Back to the Culture. Banks’ novels take place at the boundary of the Culture’s influence – the society itself is so stable that any story rooted in it would most likely be pretty dull. Everything’s good and there’s no conflict of note. Instead we tend to read about their equivalent of the Foreign Office, a body called Contact, and their division that performs dubious activities of questionable legality to ensure society and the wider galactic civilization function as they should: Special Circumstances.

This society has developed an incredibly high level of artificial intelligence and the machines work in harmony with the humans. Overall the society is run by these “minds” whether in charge of a spaceship or an artificial planetary-scale habitat known as an “orbital”. Now Sol is, I suppose, the mind of the Spirit of London, but she doesn’t come from Iain Banks – equally well she could originate from Zen in Blake’s 7 or Rommie in Andromeda (pictured), or just from my own head.

I think where Banks has really influenced me is in the style of the story-telling. What I mean is that there’s normally a very long set-up and then everything comes together in a frantic, fast-paced conclusion. Sometimes you’re only seeing the situation from the point of view of a few characters (as with Johnny) and you only realize at the very end that rather more of the Culture’s resources have been brought to bear on events than you knew – that you’re just seeing a part of the story.

I think I re-read Look to Windward as I was writing Johnny Mackintosh: Star Blaze so the book ran along similar lines and it was only the strictures of my editor that brought it more into line with what you might more normally expect for a book that children read.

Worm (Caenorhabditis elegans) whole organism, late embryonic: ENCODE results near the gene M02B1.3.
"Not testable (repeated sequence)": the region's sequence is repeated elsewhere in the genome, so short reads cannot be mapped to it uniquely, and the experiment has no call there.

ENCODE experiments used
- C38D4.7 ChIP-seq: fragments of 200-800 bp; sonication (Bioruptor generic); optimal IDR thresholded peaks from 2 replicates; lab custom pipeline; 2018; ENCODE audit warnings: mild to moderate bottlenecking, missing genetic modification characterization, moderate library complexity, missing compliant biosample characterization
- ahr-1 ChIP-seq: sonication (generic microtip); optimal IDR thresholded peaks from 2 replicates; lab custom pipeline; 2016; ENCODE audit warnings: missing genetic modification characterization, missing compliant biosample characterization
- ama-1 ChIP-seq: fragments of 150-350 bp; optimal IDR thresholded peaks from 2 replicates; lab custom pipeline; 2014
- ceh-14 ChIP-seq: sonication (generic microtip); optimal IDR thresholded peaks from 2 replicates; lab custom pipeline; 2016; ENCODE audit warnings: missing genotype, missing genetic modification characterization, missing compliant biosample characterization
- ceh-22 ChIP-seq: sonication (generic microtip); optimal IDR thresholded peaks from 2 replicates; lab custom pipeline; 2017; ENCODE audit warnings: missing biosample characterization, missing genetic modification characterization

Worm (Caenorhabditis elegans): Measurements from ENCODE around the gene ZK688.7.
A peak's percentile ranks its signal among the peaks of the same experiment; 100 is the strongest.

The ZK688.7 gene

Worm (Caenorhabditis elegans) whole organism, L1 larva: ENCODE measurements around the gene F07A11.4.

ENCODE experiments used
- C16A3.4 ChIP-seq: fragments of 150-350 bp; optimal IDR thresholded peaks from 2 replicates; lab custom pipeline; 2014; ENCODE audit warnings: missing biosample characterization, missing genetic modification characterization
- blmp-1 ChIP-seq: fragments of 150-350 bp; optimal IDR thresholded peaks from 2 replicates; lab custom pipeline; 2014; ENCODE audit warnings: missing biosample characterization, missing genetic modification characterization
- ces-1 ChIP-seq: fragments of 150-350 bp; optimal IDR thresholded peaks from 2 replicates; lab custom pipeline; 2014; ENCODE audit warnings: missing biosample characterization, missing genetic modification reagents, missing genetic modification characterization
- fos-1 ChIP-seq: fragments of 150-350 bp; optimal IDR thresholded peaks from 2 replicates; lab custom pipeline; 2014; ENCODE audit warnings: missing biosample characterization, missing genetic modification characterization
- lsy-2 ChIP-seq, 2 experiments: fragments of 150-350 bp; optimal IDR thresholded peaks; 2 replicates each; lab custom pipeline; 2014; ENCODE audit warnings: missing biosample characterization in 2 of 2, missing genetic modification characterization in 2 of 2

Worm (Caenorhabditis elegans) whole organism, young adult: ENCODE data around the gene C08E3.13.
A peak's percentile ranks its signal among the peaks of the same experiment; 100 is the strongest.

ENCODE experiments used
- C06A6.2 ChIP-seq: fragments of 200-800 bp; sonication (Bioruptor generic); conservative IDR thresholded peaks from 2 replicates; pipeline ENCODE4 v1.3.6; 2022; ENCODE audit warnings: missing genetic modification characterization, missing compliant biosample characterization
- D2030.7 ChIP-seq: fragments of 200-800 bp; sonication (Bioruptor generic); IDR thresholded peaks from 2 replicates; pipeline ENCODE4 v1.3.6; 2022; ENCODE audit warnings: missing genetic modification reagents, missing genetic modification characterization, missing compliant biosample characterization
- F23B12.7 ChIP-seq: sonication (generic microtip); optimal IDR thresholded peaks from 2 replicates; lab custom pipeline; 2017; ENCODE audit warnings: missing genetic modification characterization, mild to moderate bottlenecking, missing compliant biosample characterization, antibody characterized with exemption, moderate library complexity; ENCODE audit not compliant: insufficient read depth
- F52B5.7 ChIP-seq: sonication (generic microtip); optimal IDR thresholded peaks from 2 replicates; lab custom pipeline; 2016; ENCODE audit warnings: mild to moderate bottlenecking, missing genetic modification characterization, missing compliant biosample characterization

Where I have borrowed most openly from Banks is the design of Galactic Emperor Bram Khari’s flagship, the Calida Lucia. The idea of fields and a flexible ship structure, complete with potentially gigantic hold, are very similar to a Culture General Systems Vehicle (GSV), although I haven’t come across any of those that have carpets which massage your feet.

I often find myself falling in love with Banks’ characters – they’re so alive and attractive. For instance, in one of my all time favourite books The Crow Road, like hero Prentice I fall first for “beautiful cousin Verity” before realizing by the end just how perfect Ashley has been throughout. Then there was the adorable Isis Whit, title character of the novel Whit, and I defy any geeky bloke not to love the plethora of femail Special Circumstances operatives who constantly save the day.

A recent Banks publication was Transmission, published without the “M.” but a story about travel between parallel Earths as different political factions fight for supremacy. A brilliant little detail in the books was an idea for locating aliens that doesn’t involve huge radio telescopes and vast amounts of computer resources to decode the signals. It looks at the problem from a completely different angle. What is it about Earth that makes our planet special – possibly a unique place in the galaxy? The answer is that by a great cosmic fluke the Sun and Moon appear exactly the same size in the sky, which in turn gives us the phenomenon of the total solar eclipse.

This is a sight that must be rare, even in our galaxy of 400 billion suns. If you’re a super-advanced alien being with unparalleled resources at your disposal, perhaps you get your kicks by seeing the sights? Perhaps you come to Earth as an eclipse tourist? Next year there are total eclipses in the western United States and Queensland, Australia. I intend to be present at both, thinking of my writing idol and keeping half an eye out for extraterrestrials while enjoying the view.